The Magazine

Journalists Go Green—But Not With Envy!

From the Scrapbook.

Feb 8, 2010, Vol. 15, No. 20
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So why shouldn’t Americans believe the stimulus failed? “The administration backed the stimulus with the explicit promise that unemployment would be held to 8 percent if the bill passed,” writes Continetti. “Didn’t happen. It is no doubt true that unemployment would have been worse without the stimulus—state and local governments would have had to lay off many people without federal aid to the states, for example—but parties do not win elections with the slogan, ‘Hey, it could’ve been worse!’ The stimulus was sold to the public under the banner of economic recovery. And while stimulus measures help boost short-term economic growth by bringing demand forward, the recovery is neither strong nor durable. A jobs plan that does not produce jobs growth is not a success.”

As for Klein, “He harks back to the tradition of liberals blaming others for their own failures. What was significant about President Carter’s malaise speech was its implication that there was something wrong with America which prevented him from having a successful presidency. Obama knows better. But, if he follows Klein’s lead, it will be only a few years before he gives a malaise speech of his own. And if that happens, the clock will begin to count down the remaining seconds of his one—and only—term.”


 

Hang ’em High

We pause to note the passing last week of General Ali Hassan al-Majid, 68, hanged in Baghdad pursuant to his eight death sentences for genocide, war crimes, and crimes against humanity. Better known as Chemical Ali for his zealous killing of Kurdish Iraqis by means of mustard gas, sarin, tabun, and VX, Majid was buried near his cousin Saddam Hussein and Saddam’s sons, Uday and Qusay, in Tikrit, their shared hometown.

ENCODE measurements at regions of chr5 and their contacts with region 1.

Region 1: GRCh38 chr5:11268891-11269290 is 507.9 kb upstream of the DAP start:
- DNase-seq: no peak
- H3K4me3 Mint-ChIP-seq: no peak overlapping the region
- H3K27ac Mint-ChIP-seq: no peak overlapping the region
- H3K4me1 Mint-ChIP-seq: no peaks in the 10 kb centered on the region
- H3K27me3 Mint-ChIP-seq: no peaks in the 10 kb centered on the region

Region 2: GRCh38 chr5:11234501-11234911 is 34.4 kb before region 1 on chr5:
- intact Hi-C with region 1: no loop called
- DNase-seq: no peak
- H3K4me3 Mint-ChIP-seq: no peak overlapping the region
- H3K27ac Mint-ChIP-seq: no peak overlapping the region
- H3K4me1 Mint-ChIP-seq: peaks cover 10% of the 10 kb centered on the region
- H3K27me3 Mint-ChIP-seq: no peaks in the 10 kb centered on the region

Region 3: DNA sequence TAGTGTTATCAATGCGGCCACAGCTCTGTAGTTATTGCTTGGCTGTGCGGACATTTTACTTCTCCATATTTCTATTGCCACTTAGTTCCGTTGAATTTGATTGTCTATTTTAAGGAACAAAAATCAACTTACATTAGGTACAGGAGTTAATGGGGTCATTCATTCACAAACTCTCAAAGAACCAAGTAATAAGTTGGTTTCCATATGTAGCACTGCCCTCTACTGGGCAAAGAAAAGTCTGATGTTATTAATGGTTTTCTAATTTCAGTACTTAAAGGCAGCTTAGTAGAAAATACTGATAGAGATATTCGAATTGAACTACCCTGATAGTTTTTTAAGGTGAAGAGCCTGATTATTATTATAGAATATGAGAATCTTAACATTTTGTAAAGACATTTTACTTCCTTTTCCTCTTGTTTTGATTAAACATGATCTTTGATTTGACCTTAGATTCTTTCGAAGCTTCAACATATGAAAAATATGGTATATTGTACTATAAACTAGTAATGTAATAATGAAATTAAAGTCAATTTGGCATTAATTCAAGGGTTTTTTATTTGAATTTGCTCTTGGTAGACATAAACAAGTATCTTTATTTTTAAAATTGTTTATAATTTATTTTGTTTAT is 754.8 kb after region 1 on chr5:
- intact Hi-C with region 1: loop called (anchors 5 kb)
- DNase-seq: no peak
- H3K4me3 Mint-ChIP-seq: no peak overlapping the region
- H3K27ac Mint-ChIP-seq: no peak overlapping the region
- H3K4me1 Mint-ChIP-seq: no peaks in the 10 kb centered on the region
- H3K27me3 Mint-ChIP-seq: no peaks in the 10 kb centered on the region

Uneducated and personally ruthless, Majid served Saddam wherever an iron fist was needed—as head of the secret police, as military governor of Iraqi-occupied Kuwait, as interior minister charged with crushing the Shiite uprising after the Gulf war in 1991. Arguably his most revolting accomplishment was the Anfal campaign in the late 1980s to suppress Kurdish demands for autonomy. His men looted, then razed, more than 4,000 Kurdish villages, displacing a million people. Males of an age to bear arms they rounded up and massacred. The prosecutors put the number of dead at 180,000.

At Majid’s first trial, some tape--recorded conversations were played for the court. In one, from 1988, the general was heard telling senior Baath party officials his plans for the Kurds: “I will kill them all with chemical weapons! Who is going to say anything? The international community? F— them!”

The general was right, but only in the short term. Fifteen years later, the international community roused itself in the form the American-led coalition of the willing that toppled the tyrant. Now at last, Chemical Ali has had his comeuppance at the hands of a democratic Iraq.

 

Something’s Rotten in Denmark

The attempted axe-murder of Danish cartoonist Kurt Westergaard has been widely reported. On January 1, a 28-year-old Somali Muslim hacked his way through the door of Westergaard’s house near Aarhus and when police arrived was attempting to do the same to the reinforced “safe room” where Westergaard had retreated.

Less widely reported is the shameful aftermath, in which Danes have cravenly ostracized the artist.

Westergaard is one of a dozen Danish cartoonists who depicted Mohammed for the newspaper Jyllands-Posten in 2005, for a feature on self-censorship that later touched off deadly riots around the world and the torching of three Danish embassies in the Middle East. There have been numerous death threats against all the artists. Two Pakistani immigrants, one American and one Canadian, were arrested in Chicago in October and charged with planning an attack on the newspaper.

After his narrow escape, Westergaard donated a watercolor painting to a charity auction hosted by a Danish TV program, with the proceeds to be devoted to earthquake relief in Haiti. But the Lauritz auction house got cold feet and refused to auction his art. “The drawing was in no way controversial, but it seems my name is. I’m sorry for the fear it causes people. When even my hairdresser, who is Muslim, told me with sadness that she didn’t dare keep me on as a customer for fear of reprisals, then there’s reason to be sad about this development,” the 72-year-old artist told reporters in Copenhagen.

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